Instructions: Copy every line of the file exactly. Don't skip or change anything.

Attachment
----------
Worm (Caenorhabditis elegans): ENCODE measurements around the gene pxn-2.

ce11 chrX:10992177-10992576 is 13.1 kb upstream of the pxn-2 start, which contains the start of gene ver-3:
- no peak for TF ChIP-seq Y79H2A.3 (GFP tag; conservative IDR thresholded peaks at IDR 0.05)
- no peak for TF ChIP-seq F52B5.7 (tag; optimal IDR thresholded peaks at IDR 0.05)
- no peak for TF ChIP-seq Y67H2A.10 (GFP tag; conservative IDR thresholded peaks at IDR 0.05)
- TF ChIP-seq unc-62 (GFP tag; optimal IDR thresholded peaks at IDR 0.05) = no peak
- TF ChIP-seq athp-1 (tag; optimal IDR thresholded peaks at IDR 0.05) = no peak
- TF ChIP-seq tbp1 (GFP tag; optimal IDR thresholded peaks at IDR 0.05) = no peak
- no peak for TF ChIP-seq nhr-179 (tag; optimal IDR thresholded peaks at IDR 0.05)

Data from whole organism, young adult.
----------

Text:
Worm (Caenorhabditis elegans): ENCODE measurements around the gene pxn-2.

ce11 chrX:10992177-10992576 is 13.1 kb upstream of the pxn-2 start, which contains the start of gene ver-3:
- no peak for TF ChIP-seq Y79H2A.3 (GFP tag; conservative IDR thresholded peaks at IDR 0.05)
- no peak for TF ChIP-seq F52B5.7 (tag; optimal IDR thresholded peaks at IDR 0.05)
- no peak for TF ChIP-seq Y67H2A.10 (GFP tag; conservative IDR thresholded peaks at IDR 0.05)
- TF ChIP-seq unc-62 (GFP tag; optimal IDR thresholded peaks at IDR 0.05) = no peak
- TF ChIP-seq athp-1 (tag; optimal IDR thresholded peaks at IDR 0.05) = no peak
- TF ChIP-seq tbp1 (GFP tag; optimal IDR thresholded peaks at IDR 0.05) = no peak
- no peak for TF ChIP-seq nhr-179 (tag; optimal IDR thresholded peaks at IDR 0.05)

Data from whole organism, young adult.